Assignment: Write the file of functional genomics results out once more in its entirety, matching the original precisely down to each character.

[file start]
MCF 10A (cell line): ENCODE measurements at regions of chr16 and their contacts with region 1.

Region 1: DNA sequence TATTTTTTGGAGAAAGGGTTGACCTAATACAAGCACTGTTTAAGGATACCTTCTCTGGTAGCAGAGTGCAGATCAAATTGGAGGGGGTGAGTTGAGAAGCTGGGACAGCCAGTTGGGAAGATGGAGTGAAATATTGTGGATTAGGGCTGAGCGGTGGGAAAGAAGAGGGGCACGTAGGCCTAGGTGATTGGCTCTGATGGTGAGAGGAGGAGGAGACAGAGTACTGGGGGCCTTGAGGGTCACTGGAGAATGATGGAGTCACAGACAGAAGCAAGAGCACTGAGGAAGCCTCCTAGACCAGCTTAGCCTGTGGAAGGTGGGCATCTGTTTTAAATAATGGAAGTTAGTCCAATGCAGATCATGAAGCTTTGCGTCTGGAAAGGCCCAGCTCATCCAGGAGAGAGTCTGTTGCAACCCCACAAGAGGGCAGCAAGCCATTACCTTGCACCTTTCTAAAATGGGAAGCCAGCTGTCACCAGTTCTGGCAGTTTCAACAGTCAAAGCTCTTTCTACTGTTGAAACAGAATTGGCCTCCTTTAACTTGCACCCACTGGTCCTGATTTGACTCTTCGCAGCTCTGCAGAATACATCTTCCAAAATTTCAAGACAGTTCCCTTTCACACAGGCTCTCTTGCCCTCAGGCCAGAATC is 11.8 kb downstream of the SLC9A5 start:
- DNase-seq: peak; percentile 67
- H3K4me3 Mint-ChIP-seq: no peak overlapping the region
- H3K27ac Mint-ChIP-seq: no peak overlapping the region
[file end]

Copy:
MCF 10A (cell line): ENCODE measurements at regions of chr16 and their contacts with region 1.

Region 1: DNA sequence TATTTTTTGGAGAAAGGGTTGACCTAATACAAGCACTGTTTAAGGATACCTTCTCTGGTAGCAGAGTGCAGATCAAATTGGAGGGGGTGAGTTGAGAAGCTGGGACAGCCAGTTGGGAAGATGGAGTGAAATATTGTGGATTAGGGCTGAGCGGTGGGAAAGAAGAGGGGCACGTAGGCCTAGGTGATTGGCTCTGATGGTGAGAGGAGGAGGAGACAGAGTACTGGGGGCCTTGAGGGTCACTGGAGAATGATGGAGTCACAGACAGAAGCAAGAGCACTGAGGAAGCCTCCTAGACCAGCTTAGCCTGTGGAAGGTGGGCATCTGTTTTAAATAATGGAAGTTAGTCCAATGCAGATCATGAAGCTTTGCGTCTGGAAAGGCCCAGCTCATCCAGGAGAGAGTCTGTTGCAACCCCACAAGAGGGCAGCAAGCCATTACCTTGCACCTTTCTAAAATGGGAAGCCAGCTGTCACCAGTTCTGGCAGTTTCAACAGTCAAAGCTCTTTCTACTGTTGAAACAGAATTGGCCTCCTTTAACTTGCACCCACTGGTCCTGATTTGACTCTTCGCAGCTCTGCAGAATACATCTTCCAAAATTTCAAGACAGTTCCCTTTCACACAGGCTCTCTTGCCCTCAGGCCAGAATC is 11.8 kb downstream of the SLC9A5 start:
- DNase-seq: peak; percentile 67
- H3K4me3 Mint-ChIP-seq: no peak overlapping the region
- H3K27ac Mint-ChIP-seq: no peak overlapping the region